“Importantly, many tipping elements in the Earth system are interlinked, making cascading tipping points a serious additional concern. In fact, interactions can lower the critical temperature thresholds beyond which individual tipping elements begin destabilising in the long-run,” Ricarda Winkelmann, co-author of the study and researcher at PIK, said.
“To maintain liveable conditions on Earth, protect people from rising extremes and enable stable societies, we must do everything possible to prevent crossing tipping points. Every tenth of a degree counts,” Rockström said.
“We can see signs of destabilisation already in parts of the West Antarctic and Greenland ice sheets, in permafrost regions, the Amazon rainforest, and potentially the Atlantic overturning circulation as well,” David Armstrong McKay, lead author of the study and part of the Stockholm Resilience Centre, University of Exeter and the Earth Commission, said.
“Our new work provides compelling evidence that the world must radically accelerate decarbonising the economy to limit the risk of crossing climate tipping points,” Timothy Lenton, co-author of the study and director of the Global Systems Institute at the University of Exeter, said.
“To achieve that, we now need to trigger positive social tipping points that accelerate the transformation to a clean energy future. We may also have to adapt to cope with climate tipping points that we fail to avoid and support those who could suffer uninsurable losses and damages,” Lenton added.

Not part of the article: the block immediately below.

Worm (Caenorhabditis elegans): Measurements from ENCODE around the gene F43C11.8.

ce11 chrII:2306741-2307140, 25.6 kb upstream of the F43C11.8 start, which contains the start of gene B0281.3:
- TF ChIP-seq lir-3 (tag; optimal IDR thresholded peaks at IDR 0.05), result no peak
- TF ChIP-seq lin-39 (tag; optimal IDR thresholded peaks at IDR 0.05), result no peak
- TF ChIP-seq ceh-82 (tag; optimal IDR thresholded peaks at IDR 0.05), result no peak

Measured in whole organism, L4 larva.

“We have made a first step towards updating the world on tipping point risks,” said McKay.
There is an urgent need for a deeper international analysis, especially on tipping element interactions, towards which the Earth Commission is starting a Tipping Points Model Intercomparison Project, he added.
Summary table showing the Climate Tipping Points possible or likely at selected warming levels (current warming, Paris Agreement and current policies), defining "possible" as at or above the study’s minimum threshold estimate and "likely" as at or above the study’s central threshold estimate.
|Warming level||Tipping Points possible/likely at this level|
|Current (2022) (1.1-1.2°C)||0 likely 5 possible (Greenland Ice Sheet [GrIS] from 0.8°C, West Antarctic Ice Sheet [WAIS] from 1.0C, Labrador-Irminger Sea Convection [LABC] from 1.1°C, Low-latitude coral reefs [REEF] from 1.0°C, Boreal permafrost abrupt thaw [PFAT] from 1.0°°C)|
|Paris Agreement, full ambition (1.5°C)||4 likely (GrIS from 1.5°C, WAIS from 1.5°C, REEF from 1.5°C, PFAT from 1.5°C) 6 possible (LABC from 1.1°C, Atlantic Meridional Overturning Circulation [AMOC] from 1.4°C, Barents sea ice [BARI] from 1.5°C, Mountain glaciers [GLCR] from 1.5°C, Boreal forest (southern dieback) [BORF] from 1.4°C, Boreal forest (northern expansion) [TUND] from 1.5°C)|
full range (1.5-<2°C)
|6 likely (GrIS from 1.5°C, WAIS from 1.5°C, REEF from 1.5°C, PFAT from 1.5°C, BARI from 1.6°C, LABC from 1.8°C) 4 possible (AMOC from 1.4°C, GLCR from 1.5°C, BORF from 1.4°C, TUND from 1.5°C)|
|Current policies, best estimate (~2.6°C, based on Meinshausen et al., 2022)||7 likely (GrIS from 1.5°C, WAIS from 1.5°C, REEF from 1.5°C, PFAT from 1.5°C, BARI from 1.6°C, LABC from 1.8°C, GLCR from 2°C) 6 possible (AMOC from 1.4°C, BORF from 1.4°C, TUND from 1.5°C, East Antarctic subglacial basins [EASB] from 2°C, Amazon rainforest [AMAZ] from 2°C, Sahel vegetation & West African Monsoon [SAHL] from 2°C)|
|Current policies, full range (1.9-3.7°C, based on Meinshausen et al., 2022)||10 likely (GrIS from 1.5°C, WAIS from 1.5°C, REEF from 1.5°C, PFAT from 1.5°C, BARI from 1.6°C, LABC from 1.8°C, GLCR from 2°C, EASB from 3°C, AMAZ from 3.5°C, SAHL from 2.8°C) 4 possible (AMOC from 1.4°C, BORF from 1.4°C, TUND from 1.5°C, Boreal permafrost (collapse) [PFTP] from 3°C)|